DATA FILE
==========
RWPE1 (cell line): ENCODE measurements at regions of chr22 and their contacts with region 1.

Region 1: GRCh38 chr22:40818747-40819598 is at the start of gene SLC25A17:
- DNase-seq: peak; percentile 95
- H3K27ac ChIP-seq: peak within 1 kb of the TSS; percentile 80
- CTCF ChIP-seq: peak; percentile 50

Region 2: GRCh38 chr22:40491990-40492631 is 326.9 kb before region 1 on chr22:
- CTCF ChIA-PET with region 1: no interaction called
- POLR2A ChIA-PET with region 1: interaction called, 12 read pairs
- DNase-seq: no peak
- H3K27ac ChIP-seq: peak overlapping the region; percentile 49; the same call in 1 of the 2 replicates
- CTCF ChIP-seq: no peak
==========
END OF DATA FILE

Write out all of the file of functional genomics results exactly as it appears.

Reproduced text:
RWPE1 (cell line): ENCODE measurements at regions of chr22 and their contacts with region 1.

Region 1: GRCh38 chr22:40818747-40819598 is at the start of gene SLC25A17:
- DNase-seq: peak; percentile 95
- H3K27ac ChIP-seq: peak within 1 kb of the TSS; percentile 80
- CTCF ChIP-seq: peak; percentile 50

Region 2: GRCh38 chr22:40491990-40492631 is 326.9 kb before region 1 on chr22:
- CTCF ChIA-PET with region 1: no interaction called
- POLR2A ChIA-PET with region 1: interaction called, 12 read pairs
- DNase-seq: no peak
- H3K27ac ChIP-seq: peak overlapping the region; percentile 49; the same call in 1 of the 2 replicates
- CTCF ChIP-seq: no peak